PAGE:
Commencement 1999

Three outstanding Massachusetts women shared their own experiences and insights about leadership with Pine Manor's graduates at the 87th Commencement on May 14, 1999.

The main Commencement speaker, Massachusetts Lieutenant Governor Jane Swift, along with honorary degree recipient Kip Tiernan, founder of Rosie's Play and Linda Whitlock, President and CEO of the Boys and Girls Clubs of Boston, set a tone of strength and pride. As the sun cast its warm glow upon the lush, green grass near the Pine Manor pond, this year's graduates listening intently to the honorees' words of wisdom.

"Don't try and figure out your futures today, tomorrow, or even this year because you won't, nor should you," advised Lt. Governor Swift. "The key to success, in my opinion, is to prepare for anything."

"Leadership is not measured by what position you have on the corporate ladder or the number of people you supervise," explained Swift. "Leadership is not about ruling with an iron fist. It is about extending a helping hand to others to make lives better."

The youngest woman ever elected to the Massachusetts State Senate, Lt. Governor Swift has been a powerful advocate for education reform and helped bring to life the Education Reform Act of 1993. Least year, Lt. Governor Swift's campaign efforts with Governor Paul Celluci were in high gear while she was pregnant. "Everyone had an opinion on whether this was the right or wrong thing to do," she said. "Election Day was the proudest day of my professional life," explains Swift. "And, at the same time, there has never been a more tender, overwhelming, and all-encompassing moment in my life than the day I gave birth to my daughter, Elizabeth."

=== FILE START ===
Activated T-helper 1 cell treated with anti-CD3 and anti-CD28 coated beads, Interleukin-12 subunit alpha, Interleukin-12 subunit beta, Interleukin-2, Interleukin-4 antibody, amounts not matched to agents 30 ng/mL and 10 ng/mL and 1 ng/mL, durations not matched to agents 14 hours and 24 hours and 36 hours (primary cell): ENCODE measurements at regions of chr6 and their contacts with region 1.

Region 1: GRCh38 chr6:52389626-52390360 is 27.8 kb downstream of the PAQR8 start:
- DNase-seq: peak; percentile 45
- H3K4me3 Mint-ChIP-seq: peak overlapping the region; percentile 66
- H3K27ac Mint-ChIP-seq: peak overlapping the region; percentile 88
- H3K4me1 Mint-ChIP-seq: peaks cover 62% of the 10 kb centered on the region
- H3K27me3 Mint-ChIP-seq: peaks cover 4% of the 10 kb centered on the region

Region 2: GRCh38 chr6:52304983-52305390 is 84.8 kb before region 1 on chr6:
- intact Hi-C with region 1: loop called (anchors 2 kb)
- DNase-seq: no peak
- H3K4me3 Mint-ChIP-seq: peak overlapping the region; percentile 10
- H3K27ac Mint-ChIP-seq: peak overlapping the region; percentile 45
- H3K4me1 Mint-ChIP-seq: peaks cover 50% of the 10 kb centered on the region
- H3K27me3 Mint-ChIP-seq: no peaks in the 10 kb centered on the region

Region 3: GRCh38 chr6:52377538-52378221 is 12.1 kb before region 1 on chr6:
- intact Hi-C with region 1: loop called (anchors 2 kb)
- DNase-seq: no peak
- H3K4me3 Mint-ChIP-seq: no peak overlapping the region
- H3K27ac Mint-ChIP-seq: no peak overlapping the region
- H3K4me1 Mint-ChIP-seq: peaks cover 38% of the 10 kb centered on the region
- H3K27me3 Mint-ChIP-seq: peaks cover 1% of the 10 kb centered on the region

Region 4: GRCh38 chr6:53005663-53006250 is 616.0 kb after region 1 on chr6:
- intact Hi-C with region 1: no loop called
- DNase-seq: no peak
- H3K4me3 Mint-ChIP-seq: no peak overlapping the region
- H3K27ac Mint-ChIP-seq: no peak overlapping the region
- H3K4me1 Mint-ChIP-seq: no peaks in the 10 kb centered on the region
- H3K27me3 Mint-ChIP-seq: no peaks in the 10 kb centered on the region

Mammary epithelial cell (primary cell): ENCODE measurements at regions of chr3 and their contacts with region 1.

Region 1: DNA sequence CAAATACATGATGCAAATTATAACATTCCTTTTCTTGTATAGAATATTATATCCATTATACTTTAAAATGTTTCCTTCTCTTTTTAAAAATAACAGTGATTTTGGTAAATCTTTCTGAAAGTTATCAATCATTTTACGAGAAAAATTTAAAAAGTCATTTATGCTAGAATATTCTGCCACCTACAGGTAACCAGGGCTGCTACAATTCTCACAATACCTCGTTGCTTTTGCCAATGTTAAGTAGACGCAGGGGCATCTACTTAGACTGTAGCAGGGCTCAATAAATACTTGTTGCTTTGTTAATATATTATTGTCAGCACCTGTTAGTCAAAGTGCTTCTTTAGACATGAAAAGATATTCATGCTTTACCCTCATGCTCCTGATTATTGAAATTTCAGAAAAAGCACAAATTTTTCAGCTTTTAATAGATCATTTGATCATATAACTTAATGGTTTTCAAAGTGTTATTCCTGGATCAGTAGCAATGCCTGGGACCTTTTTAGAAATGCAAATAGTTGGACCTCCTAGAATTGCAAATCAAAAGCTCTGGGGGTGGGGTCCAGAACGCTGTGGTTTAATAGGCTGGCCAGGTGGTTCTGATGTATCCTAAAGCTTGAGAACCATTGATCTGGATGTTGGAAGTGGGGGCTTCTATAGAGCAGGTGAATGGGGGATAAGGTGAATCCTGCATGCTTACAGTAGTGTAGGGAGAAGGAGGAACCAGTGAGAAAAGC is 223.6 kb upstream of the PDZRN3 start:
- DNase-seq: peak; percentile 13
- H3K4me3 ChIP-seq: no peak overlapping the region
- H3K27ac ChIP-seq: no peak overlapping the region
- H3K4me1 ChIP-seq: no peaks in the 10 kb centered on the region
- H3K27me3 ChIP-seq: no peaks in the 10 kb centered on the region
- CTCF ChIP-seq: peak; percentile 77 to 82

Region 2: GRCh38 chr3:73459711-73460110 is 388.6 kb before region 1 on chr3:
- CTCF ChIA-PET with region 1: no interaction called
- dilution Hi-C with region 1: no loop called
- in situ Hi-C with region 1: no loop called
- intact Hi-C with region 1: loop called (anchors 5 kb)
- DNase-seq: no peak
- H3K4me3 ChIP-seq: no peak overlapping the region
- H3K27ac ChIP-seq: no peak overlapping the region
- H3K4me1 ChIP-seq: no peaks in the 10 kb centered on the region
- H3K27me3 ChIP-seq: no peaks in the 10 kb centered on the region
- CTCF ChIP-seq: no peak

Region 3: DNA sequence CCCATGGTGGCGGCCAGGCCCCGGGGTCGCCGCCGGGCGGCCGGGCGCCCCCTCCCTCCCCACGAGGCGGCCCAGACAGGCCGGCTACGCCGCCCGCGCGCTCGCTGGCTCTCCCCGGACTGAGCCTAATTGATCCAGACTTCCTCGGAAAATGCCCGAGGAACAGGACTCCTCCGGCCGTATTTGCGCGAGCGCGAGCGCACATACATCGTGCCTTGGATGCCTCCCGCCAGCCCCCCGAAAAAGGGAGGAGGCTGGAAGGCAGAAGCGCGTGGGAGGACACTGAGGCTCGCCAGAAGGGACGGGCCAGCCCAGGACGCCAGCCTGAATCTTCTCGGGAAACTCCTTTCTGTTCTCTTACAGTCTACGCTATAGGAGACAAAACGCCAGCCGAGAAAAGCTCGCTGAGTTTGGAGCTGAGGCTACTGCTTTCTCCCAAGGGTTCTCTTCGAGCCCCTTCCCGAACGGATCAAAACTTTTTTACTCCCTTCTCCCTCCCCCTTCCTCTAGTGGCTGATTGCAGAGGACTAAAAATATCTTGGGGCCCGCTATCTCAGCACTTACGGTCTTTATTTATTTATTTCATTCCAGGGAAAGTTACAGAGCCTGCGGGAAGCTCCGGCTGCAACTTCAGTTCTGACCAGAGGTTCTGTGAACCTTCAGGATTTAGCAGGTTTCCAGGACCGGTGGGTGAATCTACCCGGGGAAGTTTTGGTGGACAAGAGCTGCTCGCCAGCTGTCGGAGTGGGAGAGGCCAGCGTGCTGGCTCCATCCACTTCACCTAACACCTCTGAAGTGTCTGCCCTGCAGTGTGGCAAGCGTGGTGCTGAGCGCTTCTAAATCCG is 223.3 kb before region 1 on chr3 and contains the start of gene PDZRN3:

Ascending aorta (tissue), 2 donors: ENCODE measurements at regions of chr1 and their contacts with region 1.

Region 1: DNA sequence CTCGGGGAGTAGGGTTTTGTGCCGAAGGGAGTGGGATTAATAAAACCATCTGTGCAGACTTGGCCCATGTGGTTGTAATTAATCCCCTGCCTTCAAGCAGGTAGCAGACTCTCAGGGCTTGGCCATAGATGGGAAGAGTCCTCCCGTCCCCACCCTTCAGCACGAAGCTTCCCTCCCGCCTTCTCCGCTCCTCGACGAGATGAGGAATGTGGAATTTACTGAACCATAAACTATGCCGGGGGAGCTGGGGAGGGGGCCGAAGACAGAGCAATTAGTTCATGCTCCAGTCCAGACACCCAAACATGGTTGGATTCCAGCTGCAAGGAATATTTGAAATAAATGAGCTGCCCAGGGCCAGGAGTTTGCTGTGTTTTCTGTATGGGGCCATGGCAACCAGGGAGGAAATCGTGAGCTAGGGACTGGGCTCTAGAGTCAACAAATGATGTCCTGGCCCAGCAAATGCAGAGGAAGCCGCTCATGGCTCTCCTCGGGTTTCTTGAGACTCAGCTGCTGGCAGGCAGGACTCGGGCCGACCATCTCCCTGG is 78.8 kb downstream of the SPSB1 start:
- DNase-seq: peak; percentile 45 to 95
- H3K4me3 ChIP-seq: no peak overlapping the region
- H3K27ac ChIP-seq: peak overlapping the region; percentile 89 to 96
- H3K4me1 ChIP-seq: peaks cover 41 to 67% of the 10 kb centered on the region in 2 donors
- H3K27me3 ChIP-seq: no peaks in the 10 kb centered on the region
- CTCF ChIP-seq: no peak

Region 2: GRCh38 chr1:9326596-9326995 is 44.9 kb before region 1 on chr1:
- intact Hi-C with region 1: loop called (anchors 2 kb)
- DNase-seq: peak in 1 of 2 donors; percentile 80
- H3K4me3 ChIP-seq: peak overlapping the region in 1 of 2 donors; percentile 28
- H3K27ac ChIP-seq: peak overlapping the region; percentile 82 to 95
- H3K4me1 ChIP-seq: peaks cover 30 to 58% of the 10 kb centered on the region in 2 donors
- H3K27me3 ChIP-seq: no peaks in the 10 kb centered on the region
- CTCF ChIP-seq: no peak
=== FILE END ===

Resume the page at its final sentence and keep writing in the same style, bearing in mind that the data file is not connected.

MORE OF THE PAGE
Like the Lt. Governor, Tip Tiernan aptly personifies Pine Manor's mission of inclusive leadership and social responsibility as founder of the first shelter for homeless women in the United States.

"For the past twenty-five years, we at Rosie's Place have always lived one day at a time, one woman at a time, one dream at a time," says Tiernan. "We too believe that caring begins with caring for oneself, caring for the community, and caring for others."

"We at Rosie's Place moved beyond sheltering and like to think that we are part of the solution by providing jobs, education, working co-ops," Tiernan adds.

Linda Whitlock, President and CEO of the Boys and Girls Clubs of Boston, gave yet another perspective for the graduates. She told of her experience growing up as "a little black girl" in Richmond, Va., before the Civil Right Act was passed. She described the severe limits imposed on her - how the list of places where she was not allowed was much longer than the list of places where she was allowed.

"Because that little black girl had role models and mentors," Whitlock explained, "because she was immersed in a community of blacks who cared about her - who encouraged her to value personal and educational achievement - a community that paradoxically conveyed a sense of power in the midst of what should have been absolute powerlessness - because of all this, that little black girl grew into a confident, empathetic, highly motivated woman who revels in being engaged in leadership."

Commencement was a day of bittersweet emotions for the Class of 1999. As year young woman begins a new life, she can look back upon the day with great pride and remember the powerful words of three inspiring women.